At first, the ZigBee network has been divided into six zones and set the priority values to the corresponding zones. The zones and participating nodes in these zones are listed in Table 1.
In Table 1, Zone_6 has the highest priority value 15 and lowest priority value 10 for Zone_1. The devices in the highest priority zones always get preference at the Coordinator for processing. The corresponding nodes in each zone have set priority value (1, 2, 3, 4, and 5) according to their appearance on the table. This priority value is true for every zone and all participating nodes. Furthermore, a priority resolution technique is described in the following.
4.2.1. Priority Calculation
Locally, the higher prioritized nodes get a chance to send application traffic via a router to the other end devices. There are two sets of priority values. One is zone’s priority and the other is an individual node’s priority. When end nodes try to communicate beyond their respective zone at the same time, then priority resolution is needed in Coordinator for global access. As the two sets of priorities, a generalization has been done between the individual node and zone priorities. Standard deviation calculation is the process to find out general deviation from a set of values. In this context, standard deviation relates to this two-set priority with the same deviation value . That paves the way for generating new priority for global device-to-device communication. Simply, in the global priority calculation is as follows.
The sum of all device priorities in each zone iswhere is number of elements.
The standard deviation of the device priority values is Here, represents individual node priority values.
The value of standard deviation of individual devices’ priority is .
The difference between individual zone priorities and the sum of all device priorities in each zone is as follows: From the above, the difference is in each zone, respectively, . Similarly, , , , , and .
It is clear that Zone_6 has the always highest priority with no difference in total priority of the devices in this zone. As a result, all the devices in Zone_6 have the highest priority the same as the global zone priority value of Zone_6.
Now, consider the other five zones as follows: these zones have different zone values from their total sum-up of the values of corresponding devices. Now, the sum of priority values of Zone_1 to Zone_5 is given below:The sum of the zones priorities is . Thus, the average is .
Again, the standard deviation has been computed according to (2) for the corresponding zone values. Hence, the standard deviation of corresponding zones’ priority is .
The deviation is the same for both the devices’ priority and zones’ priority. The standard deviation method has been applied for the two sets of priorities in order to make it generalized for further calculation.
When a node tries to connect globally, then its possibility to be executed in the Coordinator depends on the node’s respective priority value and its zone value. As its zone priority value is in a generalized form which is the standard deviation 1.41, it is quite easy to compute the new priority for different nodes in their global participation. The following equation generates new priority for all the participating devices, computing all the individual node priorities along with its corresponding zone priority: where is new priority (per device), is corresponding device priority, and is standard deviation.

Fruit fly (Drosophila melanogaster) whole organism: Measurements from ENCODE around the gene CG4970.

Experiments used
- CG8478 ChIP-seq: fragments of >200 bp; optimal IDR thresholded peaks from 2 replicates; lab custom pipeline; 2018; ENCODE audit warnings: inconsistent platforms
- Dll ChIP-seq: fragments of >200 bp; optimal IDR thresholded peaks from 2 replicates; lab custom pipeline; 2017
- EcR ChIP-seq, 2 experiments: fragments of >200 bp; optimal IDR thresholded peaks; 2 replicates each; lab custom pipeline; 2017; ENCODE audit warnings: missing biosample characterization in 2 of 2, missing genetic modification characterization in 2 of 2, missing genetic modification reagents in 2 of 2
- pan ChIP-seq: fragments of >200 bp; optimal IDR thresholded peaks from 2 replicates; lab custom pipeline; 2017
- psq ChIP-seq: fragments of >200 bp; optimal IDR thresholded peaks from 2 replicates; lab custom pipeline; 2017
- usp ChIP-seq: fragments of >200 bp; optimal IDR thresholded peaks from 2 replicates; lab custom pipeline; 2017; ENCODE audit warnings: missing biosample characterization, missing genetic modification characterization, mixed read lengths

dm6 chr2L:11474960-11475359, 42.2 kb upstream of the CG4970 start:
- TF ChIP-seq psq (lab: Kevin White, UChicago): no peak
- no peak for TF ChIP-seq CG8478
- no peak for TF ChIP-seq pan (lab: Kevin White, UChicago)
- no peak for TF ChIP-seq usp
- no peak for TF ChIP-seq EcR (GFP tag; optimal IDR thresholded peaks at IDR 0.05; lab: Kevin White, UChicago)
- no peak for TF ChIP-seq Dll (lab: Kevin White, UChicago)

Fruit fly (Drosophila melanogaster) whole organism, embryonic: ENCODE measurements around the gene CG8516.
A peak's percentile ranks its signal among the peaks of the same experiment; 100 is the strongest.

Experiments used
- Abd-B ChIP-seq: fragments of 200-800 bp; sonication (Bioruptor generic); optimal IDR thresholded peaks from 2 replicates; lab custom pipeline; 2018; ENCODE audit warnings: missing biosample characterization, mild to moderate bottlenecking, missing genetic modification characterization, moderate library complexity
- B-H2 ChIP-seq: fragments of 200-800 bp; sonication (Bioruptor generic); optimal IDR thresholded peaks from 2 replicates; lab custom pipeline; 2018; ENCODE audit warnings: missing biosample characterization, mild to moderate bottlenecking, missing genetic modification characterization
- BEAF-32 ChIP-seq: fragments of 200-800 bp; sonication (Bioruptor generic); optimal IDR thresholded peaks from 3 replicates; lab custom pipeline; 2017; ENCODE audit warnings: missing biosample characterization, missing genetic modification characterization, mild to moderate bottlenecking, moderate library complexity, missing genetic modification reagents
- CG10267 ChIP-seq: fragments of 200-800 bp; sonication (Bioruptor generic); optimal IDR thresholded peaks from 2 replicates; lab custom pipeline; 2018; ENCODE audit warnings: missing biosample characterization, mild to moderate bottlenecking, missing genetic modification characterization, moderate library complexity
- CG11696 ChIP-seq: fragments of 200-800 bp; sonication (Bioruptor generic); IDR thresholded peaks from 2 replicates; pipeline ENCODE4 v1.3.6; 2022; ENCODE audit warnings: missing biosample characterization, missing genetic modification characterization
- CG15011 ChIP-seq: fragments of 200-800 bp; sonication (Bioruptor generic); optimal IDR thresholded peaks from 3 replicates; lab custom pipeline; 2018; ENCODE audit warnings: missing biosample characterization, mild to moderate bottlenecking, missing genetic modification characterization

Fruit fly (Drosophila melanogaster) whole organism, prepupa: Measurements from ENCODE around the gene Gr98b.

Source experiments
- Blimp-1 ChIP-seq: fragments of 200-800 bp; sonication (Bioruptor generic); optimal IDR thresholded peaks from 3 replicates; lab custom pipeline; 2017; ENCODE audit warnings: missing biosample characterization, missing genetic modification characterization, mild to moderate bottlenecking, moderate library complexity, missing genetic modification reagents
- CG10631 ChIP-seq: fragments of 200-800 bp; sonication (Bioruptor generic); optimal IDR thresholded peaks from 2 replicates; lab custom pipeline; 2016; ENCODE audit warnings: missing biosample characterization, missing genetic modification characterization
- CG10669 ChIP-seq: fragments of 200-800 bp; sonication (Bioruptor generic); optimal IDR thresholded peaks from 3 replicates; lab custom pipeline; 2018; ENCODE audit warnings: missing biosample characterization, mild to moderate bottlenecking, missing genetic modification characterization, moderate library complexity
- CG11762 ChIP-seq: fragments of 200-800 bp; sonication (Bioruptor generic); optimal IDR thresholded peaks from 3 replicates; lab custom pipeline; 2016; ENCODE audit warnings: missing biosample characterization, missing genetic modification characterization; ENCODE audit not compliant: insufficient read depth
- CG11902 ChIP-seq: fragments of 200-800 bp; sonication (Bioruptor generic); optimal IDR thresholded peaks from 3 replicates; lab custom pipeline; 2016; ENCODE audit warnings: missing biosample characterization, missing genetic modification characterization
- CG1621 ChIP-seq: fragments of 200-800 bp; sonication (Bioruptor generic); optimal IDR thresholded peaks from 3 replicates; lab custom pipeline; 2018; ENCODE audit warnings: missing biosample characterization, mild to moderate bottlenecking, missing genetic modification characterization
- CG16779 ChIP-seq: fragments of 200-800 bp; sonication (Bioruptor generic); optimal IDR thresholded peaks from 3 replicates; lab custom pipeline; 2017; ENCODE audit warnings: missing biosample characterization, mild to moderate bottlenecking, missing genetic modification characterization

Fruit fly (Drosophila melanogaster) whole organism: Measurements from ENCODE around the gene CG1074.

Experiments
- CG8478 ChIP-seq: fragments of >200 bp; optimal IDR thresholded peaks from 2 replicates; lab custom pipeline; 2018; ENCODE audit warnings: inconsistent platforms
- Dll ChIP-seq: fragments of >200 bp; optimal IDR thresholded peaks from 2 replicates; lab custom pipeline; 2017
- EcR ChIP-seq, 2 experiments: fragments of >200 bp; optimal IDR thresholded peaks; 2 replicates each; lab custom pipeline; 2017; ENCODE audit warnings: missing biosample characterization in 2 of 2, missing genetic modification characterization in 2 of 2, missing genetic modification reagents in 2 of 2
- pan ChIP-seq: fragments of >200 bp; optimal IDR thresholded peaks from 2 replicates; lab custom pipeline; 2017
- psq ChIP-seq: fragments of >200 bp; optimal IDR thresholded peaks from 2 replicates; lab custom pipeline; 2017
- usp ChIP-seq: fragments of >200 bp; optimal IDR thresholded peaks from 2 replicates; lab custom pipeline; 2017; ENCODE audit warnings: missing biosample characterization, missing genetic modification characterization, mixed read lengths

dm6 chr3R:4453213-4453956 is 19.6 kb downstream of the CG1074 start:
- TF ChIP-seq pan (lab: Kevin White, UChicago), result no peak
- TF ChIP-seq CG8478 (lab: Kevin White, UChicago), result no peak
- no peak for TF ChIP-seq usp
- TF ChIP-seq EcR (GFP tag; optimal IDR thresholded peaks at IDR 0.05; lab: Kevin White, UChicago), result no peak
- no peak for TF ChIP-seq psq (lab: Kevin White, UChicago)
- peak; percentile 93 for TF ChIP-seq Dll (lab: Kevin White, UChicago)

This equation simplifies the early described problems.
4.2.2. New Priority Status
Equation (5) can change the existing priority status. In addition, it helps Coordinator to make the decision for request processing in terms of equal priority devices. Different observations are described below.
Observation 1 (different priority devices). During this observation, a lower priority (node_1) and a higher priority (node_10) device have been considered from Zone_1 and Zone_4, respectively. Initial priorities of node_1 and node_10 are 1 and 4 accordingly. After computing with (5), the new priority () values are 1.41 and 5.64 for node_1 and node_10, respectively. Therefore, node_10 gets the procession first in this case.
Again, the updated priority scenario has been observed for node_23 and node_29 from Zone_2 and Zone_6. The initial priorities are 5 and 4 for node_23 and node_29 sequentially. After computation, the new priority () figures have been found at 7.05 and 5.64 for node_23 and node_29, respectively. Though node_23 is from the lower priority zone, the new priority allocates it to get privilege for the first processing compared to node_29 to the Coordinator.
Observation 2 (the same priority devices). This observation mainly concerns the same prioritized devices which are from different zones. Here, both node_5 and node_8 have the same priority in their corresponding zone. The initial priority value is 2 for both the devices. The new priority () has been computed according to (5) and it has been found to be 2.82 for both node_5 and node_8.
Thus, the new priorities are also equal for both the devices. The Coordinator checks their priority and respective zone priority. Then, the Coordinator gives access to node_8 first because of its higher zone priority. All the zones and their nodes synchronize in this manner.
Equation (5) computes the new priority for every device. Based on these new priorities, ZigBee Coordinator makes a decision when certain conditions arise in synchronizing various device application traffic from diverse zone regarding the above two observations.
4.3. Simulation Configuration
According to the proposed implementation method, a simulation scenario has been created. The scenario consists of a ZigBee Coordinator, six routers, and several ZigBee end devices. After that, all the devices are organized into different zones. The proposed ZigBee network model scenario is organized on the basis of Table 2. The zones and their devices have set of predefined priorities according to Table 1. The new priority calculation has been performed using Riverbed’s “Utility” service. The service sets new priority after analyzing communicating devices.